TWO SOUTH Australian growers have had early success trialing United States-developed artificial intelligence software, Farmwave, to reduce grain losses during harvest.
Farmwave is based in the US state of Georgia, and its system uses three harvester-mounted cameras that take photos every three to five seconds for analysis by the software to determine grain loss counts in real time.
The operator can then make adjustments in real time to reduce crop losses.
Initial trials in Australia were carried out this harvest by Mark Schilling from AG Schilling & Co in South Australia.
“The initial testing we undertook on our farms on Yorke Peninsula and on another SA farm at Malalla showed some really positive results and we are keen to undertake more trials and testing into the next harvest,” Mr Schilling said.
“With around $800 million of grains lost during harvest in Australia, this technology can help reduce waste and increase profits to our industry.”
Throughout 2024 and into the 2024-25 harvest season, Farmwave will partner with farm machinery company AgCulture, AG Schilling and Co. and traceability and sustainability software commercialisation company Trust Provenance to adapt and demonstrate the system across Australia.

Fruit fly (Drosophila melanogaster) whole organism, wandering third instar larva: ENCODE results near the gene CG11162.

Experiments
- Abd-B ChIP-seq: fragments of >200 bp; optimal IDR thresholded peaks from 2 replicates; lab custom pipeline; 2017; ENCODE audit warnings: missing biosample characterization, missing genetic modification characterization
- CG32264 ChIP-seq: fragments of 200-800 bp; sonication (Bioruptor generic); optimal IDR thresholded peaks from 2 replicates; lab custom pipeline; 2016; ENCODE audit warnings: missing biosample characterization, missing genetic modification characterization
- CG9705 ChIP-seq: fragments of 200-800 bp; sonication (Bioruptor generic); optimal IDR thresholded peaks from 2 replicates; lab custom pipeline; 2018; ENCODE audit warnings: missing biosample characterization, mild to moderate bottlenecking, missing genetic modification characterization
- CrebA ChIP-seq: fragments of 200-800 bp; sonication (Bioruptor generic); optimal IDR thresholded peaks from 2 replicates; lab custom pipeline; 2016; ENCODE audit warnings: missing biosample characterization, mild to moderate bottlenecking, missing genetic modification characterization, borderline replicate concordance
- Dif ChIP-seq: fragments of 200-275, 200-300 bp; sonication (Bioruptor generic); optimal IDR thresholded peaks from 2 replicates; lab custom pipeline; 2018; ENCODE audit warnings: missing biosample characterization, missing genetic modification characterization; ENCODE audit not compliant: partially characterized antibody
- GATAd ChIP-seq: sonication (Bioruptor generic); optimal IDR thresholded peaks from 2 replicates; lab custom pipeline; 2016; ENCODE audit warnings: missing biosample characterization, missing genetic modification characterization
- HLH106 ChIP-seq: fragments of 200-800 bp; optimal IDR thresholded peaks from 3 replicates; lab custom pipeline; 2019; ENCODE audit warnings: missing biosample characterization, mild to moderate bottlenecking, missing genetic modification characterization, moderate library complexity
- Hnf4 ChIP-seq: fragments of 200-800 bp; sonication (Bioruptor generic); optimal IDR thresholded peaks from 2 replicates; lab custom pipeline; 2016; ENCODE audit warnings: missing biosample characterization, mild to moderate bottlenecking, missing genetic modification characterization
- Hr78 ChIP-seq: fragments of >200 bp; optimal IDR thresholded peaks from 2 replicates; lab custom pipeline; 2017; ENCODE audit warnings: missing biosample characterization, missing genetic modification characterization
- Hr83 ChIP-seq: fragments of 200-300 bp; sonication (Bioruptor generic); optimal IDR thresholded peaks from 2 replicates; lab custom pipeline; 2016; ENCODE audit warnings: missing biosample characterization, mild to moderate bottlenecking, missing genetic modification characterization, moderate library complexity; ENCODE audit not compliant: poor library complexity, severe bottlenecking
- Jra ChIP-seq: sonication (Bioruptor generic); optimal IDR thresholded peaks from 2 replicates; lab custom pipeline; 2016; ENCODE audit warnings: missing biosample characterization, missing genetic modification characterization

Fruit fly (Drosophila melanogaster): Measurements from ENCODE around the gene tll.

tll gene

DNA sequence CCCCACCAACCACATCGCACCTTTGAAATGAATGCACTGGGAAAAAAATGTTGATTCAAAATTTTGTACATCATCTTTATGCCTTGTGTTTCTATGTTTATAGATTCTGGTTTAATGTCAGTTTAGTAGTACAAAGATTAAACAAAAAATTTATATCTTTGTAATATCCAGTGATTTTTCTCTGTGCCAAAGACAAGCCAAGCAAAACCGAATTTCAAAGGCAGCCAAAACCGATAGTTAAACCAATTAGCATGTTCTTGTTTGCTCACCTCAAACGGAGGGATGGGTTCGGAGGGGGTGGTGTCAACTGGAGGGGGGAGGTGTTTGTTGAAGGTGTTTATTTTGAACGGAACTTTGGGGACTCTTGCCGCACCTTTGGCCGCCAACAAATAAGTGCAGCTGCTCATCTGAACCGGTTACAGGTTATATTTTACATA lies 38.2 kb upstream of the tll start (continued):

Trust Provenance co-founder and CEO Andrew Grant said his company was best placed to help mould the system to Australian conditions.
“Farmwave brings 10-plus years, many millions of dollars of investment, and a US grain industry-proven harvest loss-minimisation solution which we are adapting to Australian conditions to solve a very real issue,” Mr Grant said.
“The Farmwave team are world-class at image capture hardware through their proprietary camera units and have an image analysis software platform which we are ‘Australianifying’ with Australian grains images and conditions, to then commercialise into the Australian grains industry for all growers.”
Australia marks the fifth country and third continent for Farmwave’s solution to be utilised.
Farmwave founder and CEO Craig Ganssle said this gives a solid base for the technology to continue to improve and continue to add more value to the world’s grain producers.
“We’re very excited to be working with AgCulture and their partners in Australia to help farmers reduce loss during harvest season,” Mr Ganssle said.
“Digital solutions that solve real issues is what we are focussed on, and working with Andrew and Mark has been great to help Farmwave better understand the needs of Australian grain farmers and adapt our solution accordingly.”
Farmwave’s software currently covers corn, cotton, peanuts, soybeans and wheat, and a model for canola is being developed.